Before I had Theo, a lovely lady told me that when you have a child ‘the days are long but the years are short’. I didn’t really understand until after Theo was born, but those are some of the wised words I’ve ever heard.
I usually wake up in the morning at 7am. I’m not woken by my alarm or by the sunlight, but by being smacked up the face by an iPad. As I can neither see nor hear as soon as I wake up, I scrabble about like a mole, attempting to find the required episode of Paw Patrol then attempt to burrow away from the sound of the theme tune. After a little while this is followed by the daily ‘race’ to the bathroom and the trip downstairs to discuss what cereal he’ll be having that day, which doesn’t really matter because he ends up eating mine and I’m left with whatever he chose – which is by then soggy. The day continues in a similar way, rituals and routines until bedtime, and some nights I’m glad to see it!
On other nights however, I’m not so glad that another day has passed. I notice that he seems so much taller than the day before, or he tells me a really eloquent story of what’s happened at nursery. I see that he doesn’t need me to do certain things anymore, that he doesn’t need my help and on those nights, I’m not so glad to see bedtime. The days may be long but the years are definitely short… too short.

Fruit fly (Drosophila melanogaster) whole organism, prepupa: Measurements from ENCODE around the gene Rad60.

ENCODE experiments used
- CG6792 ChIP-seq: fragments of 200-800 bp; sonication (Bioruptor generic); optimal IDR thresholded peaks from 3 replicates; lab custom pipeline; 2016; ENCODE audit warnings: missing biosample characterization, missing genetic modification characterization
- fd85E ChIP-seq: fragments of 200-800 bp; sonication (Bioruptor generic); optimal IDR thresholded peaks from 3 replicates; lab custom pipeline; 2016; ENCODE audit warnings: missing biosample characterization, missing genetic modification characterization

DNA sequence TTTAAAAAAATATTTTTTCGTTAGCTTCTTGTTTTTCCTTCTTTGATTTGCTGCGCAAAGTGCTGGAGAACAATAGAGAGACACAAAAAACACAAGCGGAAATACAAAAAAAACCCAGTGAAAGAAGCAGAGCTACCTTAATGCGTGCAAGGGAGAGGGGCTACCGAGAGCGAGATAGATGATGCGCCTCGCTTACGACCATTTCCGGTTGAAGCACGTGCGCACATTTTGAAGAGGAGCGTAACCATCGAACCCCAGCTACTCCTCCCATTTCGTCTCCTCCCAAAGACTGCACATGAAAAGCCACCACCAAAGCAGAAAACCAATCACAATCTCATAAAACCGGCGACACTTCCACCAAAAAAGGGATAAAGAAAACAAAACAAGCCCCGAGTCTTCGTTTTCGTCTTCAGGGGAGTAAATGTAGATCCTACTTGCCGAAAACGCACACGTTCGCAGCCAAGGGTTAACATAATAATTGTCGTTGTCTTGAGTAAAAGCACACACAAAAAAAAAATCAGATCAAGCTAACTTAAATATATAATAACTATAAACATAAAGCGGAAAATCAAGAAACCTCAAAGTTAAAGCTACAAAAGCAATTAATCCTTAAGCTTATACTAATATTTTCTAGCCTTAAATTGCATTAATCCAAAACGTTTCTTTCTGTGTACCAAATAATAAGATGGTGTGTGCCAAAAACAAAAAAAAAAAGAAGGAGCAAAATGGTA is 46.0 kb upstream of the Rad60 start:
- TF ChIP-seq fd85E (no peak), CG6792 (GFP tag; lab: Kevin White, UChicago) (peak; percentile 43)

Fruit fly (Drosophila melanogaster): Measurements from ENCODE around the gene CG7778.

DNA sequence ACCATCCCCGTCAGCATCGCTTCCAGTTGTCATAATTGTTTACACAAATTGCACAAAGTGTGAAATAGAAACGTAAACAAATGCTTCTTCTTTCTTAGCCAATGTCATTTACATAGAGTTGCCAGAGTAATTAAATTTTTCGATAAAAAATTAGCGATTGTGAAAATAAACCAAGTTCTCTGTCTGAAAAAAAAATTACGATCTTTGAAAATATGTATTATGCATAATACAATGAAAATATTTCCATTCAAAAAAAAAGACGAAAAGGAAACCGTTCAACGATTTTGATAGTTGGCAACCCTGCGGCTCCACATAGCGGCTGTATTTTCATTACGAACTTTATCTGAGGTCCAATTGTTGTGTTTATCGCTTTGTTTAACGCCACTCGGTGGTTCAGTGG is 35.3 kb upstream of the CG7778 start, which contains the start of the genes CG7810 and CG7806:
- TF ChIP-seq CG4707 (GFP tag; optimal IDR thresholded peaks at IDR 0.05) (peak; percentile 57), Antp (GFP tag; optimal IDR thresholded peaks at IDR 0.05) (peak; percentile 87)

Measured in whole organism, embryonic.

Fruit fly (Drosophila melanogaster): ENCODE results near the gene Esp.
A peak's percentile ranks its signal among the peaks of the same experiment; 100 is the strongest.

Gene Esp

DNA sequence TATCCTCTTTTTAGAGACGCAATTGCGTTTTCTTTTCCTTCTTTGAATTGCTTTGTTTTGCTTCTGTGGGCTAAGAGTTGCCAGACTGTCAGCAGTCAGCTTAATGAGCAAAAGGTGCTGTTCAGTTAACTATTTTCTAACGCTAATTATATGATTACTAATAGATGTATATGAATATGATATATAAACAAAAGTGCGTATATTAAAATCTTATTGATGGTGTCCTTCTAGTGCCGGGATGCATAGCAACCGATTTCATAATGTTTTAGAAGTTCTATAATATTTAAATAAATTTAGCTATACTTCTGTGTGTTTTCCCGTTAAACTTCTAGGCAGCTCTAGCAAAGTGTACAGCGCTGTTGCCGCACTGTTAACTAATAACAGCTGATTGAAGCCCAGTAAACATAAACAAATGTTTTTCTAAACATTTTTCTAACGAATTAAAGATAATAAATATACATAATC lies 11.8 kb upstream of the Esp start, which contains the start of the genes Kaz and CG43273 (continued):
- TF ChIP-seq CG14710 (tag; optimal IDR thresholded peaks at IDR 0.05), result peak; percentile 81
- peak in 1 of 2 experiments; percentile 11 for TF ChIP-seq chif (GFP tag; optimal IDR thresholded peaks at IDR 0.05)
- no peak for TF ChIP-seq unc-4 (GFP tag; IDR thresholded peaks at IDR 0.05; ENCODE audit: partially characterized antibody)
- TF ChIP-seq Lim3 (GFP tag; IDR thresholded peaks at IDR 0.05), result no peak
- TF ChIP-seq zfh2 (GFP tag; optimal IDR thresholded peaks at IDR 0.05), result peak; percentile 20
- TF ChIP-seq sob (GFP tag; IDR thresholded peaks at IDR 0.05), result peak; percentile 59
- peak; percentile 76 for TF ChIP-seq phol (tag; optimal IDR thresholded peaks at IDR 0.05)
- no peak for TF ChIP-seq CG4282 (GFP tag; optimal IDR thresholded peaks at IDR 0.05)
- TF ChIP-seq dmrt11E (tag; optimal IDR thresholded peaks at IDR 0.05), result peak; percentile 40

On those nights I stay a little longer, read a second story, sing another song. At the end of a long day I try to remember that one day I won’t be putting him to bed, I won’t be planning his day, he won’t need me anymore… and I’m afraid that the days spent without him will feel much longer than any of these days spent with Playdoh and Lego and Mr Tumble.
So at the end of a ‘long’ day, I try to remember that the years are short, life is short and tomorrow is not guaranteed. Enjoy today for what it is, because once tomorrow comes, you can’t go back again.